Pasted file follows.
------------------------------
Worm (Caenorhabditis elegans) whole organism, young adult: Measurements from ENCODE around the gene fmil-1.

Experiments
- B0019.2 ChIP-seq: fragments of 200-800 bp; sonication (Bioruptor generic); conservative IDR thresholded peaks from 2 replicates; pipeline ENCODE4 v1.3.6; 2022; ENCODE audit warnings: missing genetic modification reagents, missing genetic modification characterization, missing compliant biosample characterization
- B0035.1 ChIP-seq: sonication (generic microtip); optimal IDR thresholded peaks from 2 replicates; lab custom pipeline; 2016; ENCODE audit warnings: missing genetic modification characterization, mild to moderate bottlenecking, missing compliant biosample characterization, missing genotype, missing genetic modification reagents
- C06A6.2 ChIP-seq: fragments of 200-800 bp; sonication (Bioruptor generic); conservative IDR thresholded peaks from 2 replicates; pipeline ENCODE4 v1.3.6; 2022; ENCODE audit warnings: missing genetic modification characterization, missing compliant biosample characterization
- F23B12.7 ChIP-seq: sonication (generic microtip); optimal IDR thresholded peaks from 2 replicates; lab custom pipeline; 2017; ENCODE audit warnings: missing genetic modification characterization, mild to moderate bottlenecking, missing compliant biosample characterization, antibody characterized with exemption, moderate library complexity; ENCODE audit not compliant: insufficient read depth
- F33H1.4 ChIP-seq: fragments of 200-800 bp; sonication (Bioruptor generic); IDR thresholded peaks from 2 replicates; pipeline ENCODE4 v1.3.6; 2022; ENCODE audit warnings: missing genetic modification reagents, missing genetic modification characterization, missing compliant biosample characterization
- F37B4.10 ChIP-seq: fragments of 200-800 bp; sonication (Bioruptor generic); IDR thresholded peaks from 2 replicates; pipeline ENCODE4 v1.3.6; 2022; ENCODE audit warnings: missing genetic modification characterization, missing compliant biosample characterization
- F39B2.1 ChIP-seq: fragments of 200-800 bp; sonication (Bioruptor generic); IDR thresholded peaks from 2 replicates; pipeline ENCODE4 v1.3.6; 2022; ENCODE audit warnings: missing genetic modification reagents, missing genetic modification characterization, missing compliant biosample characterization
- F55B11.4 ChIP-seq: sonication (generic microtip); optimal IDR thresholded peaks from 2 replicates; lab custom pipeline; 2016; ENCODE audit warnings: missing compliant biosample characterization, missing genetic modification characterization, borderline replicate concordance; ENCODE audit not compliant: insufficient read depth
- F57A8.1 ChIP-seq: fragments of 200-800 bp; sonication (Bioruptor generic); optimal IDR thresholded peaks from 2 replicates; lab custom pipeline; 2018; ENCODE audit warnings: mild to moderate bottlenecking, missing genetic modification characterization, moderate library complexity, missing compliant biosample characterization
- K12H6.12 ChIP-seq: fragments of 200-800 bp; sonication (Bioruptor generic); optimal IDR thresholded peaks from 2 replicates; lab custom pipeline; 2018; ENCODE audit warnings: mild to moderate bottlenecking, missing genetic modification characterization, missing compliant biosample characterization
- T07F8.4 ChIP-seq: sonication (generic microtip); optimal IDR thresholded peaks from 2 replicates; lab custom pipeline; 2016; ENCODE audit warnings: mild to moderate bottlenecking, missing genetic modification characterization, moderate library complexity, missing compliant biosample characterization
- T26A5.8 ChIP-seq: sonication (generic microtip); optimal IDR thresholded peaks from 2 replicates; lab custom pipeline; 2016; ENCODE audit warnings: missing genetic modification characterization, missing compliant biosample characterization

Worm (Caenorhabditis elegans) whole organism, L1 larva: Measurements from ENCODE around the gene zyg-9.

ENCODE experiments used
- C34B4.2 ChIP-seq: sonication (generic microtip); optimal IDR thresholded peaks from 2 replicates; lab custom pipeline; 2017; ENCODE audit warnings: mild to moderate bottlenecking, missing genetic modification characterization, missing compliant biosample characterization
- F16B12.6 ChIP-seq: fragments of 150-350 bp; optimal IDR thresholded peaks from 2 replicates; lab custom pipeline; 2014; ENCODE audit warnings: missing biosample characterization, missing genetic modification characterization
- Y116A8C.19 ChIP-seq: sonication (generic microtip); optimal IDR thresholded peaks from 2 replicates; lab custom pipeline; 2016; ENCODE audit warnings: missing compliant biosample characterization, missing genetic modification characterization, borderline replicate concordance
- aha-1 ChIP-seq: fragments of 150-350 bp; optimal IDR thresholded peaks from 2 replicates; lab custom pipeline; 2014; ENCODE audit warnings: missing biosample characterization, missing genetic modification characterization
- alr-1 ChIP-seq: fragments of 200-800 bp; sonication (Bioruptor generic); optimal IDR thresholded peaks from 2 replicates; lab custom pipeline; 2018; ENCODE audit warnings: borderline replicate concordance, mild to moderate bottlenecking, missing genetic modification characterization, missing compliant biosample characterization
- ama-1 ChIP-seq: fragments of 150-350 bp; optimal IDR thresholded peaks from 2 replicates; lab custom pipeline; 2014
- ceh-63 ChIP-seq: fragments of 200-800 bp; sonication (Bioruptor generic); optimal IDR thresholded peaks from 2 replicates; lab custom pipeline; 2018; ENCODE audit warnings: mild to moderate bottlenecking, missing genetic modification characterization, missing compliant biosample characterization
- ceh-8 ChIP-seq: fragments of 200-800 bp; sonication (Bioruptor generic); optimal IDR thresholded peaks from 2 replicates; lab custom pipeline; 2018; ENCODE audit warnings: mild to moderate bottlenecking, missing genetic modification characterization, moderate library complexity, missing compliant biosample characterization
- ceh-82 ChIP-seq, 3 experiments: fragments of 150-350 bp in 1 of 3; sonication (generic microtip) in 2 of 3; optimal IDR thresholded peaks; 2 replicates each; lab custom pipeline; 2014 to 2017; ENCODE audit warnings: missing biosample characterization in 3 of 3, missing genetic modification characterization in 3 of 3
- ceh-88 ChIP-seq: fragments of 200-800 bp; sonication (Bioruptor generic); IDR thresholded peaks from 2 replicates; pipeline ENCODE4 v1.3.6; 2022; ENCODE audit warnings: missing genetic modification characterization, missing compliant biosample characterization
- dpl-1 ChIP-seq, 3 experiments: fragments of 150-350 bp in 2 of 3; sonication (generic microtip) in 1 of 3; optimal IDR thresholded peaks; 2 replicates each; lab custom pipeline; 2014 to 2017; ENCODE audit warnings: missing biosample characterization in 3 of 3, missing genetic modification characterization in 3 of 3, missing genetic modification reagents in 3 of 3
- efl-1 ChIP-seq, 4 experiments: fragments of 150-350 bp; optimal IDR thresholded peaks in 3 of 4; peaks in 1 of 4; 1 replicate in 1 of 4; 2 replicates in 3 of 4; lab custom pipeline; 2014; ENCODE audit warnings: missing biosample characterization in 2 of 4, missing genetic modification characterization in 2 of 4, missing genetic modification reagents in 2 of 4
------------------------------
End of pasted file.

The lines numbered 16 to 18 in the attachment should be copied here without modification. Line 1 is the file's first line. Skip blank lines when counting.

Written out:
ENCODE experiments used
- C34B4.2 ChIP-seq: sonication (generic microtip); optimal IDR thresholded peaks from 2 replicates; lab custom pipeline; 2017; ENCODE audit warnings: mild to moderate bottlenecking, missing genetic modification characterization, missing compliant biosample characterization
- F16B12.6 ChIP-seq: fragments of 150-350 bp; optimal IDR thresholded peaks from 2 replicates; lab custom pipeline; 2014; ENCODE audit warnings: missing biosample characterization, missing genetic modification characterization